A Quiet Place Masters Horror’s Greatest Weapon

A Quiet Place Masters Horror’s Greatest Weapon

Throughout Horror’s long history, sound has always played one of the most important characters. Think of your favorite scare or moment in any horror film (or the one that kept you up at night as a kid). Sound’s prevalence in horror can actually be explained scientifically, but it doesn’t take an expert filmmaker to understand that good sound design can make or break a horror film.

Now think back to those same jump scares that utilize sound so well, and imagine if they were the only points with sound in the movie. It would drastically increase the impact of the scene.

This is effectively what A Quiet Place manages to achieve throughout its 90-minute duration. The movie metaphorically starves you of sounds, going so far as to have total silence during certain points, and the resulting contrast between very quiet and very loud is stark.

A Quiet Place also uses that initial concept to add in some interesting elements on top of it. Having a main character be deaf in a film in which making any sound means death is fascinating, and the resulting tension between the deaf character, played by Millicent Simmonds, and John Krasinski’s father character make for some complicated moments.

One overlooked hurdle within a movie with little/no sound is the amount of nonverbal communication the actors have to be able not just to accomplish, but do so convincingly. Fortunately, the small cast are all fantastic at acting without speaking, not just showing the right emotions thoughts without voicing them, but by doing enough for the situation. There are some particularly terrifying, tense, and gut-wrenching moments, elevated even higher by the cast’s ability act silently.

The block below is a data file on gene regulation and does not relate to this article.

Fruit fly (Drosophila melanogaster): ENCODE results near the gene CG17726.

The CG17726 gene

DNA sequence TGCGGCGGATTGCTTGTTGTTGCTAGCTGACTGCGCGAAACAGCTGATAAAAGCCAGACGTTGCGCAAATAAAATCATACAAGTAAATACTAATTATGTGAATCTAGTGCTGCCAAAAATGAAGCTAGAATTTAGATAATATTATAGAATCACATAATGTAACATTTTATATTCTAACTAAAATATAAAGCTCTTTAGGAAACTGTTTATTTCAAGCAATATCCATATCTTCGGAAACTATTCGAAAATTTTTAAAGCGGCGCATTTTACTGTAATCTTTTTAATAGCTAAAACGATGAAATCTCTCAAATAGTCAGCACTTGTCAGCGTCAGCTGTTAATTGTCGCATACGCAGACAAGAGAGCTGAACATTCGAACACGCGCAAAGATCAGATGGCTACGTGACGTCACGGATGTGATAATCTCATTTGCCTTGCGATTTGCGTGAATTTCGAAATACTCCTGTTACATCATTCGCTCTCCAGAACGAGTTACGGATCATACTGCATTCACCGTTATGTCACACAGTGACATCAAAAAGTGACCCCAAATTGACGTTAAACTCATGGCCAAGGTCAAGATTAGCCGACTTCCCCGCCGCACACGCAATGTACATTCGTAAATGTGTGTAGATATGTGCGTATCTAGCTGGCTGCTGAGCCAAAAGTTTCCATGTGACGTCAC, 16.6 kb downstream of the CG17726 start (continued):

I could gush on and on about the sound design and its originality, more so than I have already, but I’d also be remiss not to mention the smart writing and excellent chemistry between the cast. Krasinsky has created a story that’s highly detailed with smart characters and a world that shows you things and doesn’t tell – an important thing to have in a movie with virtually no sound.

The family aspects of this film set it apart as well. No matter how thrilling or scary a film is, it doesn’t mean anything if you don’t care about the characters. Krasinsky said in an interview that he viewed this project more as a love letter to his kids than a true horror film, and that perspective clearly helped intertwine a feeling a family and togetherness throughout.

This isn’t to say that A Quiet Place is perfect. There was one key element to the story that I saw coming immediately, and I also couldn’t help but wonder how the cast managed to do things like handle a particularly loud poo without making any noise. However, A Quiet Place is smart enough to stay within a small scope, and do enough things correctly that it doesn’t have to try

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